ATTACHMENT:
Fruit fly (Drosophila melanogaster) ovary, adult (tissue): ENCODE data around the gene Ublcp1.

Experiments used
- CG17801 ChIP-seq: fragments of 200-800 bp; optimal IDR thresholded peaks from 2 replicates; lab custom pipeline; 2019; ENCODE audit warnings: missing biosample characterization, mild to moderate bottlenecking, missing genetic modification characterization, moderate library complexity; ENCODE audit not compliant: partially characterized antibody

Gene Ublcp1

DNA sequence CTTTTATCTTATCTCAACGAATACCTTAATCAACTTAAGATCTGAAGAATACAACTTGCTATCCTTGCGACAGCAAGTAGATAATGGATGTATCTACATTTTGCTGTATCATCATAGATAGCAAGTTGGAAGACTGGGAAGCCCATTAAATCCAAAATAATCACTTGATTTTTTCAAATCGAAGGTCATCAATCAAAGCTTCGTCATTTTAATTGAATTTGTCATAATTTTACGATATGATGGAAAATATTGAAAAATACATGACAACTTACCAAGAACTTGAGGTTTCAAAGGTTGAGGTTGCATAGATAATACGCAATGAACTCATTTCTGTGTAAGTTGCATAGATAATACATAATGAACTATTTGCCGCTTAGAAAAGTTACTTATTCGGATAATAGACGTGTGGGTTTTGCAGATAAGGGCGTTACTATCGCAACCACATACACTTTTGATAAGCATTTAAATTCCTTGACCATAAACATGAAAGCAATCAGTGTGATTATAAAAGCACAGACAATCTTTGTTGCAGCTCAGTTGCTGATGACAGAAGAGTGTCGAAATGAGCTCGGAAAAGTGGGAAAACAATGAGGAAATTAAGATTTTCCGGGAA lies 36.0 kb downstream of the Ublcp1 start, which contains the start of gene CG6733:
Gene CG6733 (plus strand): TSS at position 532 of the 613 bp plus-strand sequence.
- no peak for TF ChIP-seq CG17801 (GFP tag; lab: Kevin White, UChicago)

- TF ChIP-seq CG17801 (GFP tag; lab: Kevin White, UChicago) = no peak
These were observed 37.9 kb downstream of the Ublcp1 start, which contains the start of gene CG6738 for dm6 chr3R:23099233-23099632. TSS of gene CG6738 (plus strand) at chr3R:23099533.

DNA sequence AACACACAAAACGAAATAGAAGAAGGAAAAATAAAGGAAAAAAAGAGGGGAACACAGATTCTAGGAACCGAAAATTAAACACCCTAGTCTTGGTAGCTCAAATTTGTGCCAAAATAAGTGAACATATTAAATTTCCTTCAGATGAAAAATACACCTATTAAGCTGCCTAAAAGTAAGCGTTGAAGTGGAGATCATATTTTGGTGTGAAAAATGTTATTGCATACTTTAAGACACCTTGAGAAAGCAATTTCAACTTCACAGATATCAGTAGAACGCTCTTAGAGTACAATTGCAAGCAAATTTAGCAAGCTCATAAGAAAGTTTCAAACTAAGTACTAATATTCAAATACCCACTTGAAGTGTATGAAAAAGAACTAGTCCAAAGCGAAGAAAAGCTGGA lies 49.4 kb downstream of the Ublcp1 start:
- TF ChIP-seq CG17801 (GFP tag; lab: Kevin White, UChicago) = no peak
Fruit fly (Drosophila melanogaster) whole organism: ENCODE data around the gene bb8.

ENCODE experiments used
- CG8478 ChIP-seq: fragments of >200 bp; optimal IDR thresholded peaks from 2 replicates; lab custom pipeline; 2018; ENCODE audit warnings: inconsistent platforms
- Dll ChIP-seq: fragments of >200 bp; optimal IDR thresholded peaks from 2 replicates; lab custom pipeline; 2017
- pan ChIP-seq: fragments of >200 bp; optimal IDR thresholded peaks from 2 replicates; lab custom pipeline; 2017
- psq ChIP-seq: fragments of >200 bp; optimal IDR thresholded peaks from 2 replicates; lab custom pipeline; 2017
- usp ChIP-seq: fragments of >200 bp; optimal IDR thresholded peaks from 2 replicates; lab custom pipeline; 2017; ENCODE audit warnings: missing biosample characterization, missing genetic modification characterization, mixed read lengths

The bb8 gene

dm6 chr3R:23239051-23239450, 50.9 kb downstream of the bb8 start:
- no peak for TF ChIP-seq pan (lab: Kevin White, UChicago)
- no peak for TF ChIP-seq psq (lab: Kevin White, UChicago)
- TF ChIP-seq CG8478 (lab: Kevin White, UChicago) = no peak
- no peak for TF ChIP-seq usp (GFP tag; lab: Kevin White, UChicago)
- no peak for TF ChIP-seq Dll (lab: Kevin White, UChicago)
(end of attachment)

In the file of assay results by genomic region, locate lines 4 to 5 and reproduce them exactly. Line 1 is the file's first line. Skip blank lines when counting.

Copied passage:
Gene Ublcp1

DNA sequence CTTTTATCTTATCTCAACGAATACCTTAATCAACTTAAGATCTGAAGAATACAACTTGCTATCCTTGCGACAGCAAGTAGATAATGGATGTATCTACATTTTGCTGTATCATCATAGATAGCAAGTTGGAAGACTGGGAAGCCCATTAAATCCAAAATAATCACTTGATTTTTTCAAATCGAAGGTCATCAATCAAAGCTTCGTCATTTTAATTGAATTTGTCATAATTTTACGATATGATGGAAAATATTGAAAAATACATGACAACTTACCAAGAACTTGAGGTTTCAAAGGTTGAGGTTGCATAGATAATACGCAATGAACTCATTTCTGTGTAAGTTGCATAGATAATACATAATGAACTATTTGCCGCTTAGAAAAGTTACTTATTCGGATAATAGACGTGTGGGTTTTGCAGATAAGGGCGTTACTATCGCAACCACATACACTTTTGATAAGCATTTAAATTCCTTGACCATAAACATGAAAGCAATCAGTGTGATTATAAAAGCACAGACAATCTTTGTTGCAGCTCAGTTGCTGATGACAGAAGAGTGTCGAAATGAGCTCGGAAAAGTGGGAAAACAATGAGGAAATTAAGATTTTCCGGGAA lies 36.0 kb downstream of the Ublcp1 start, which contains the start of gene CG6733: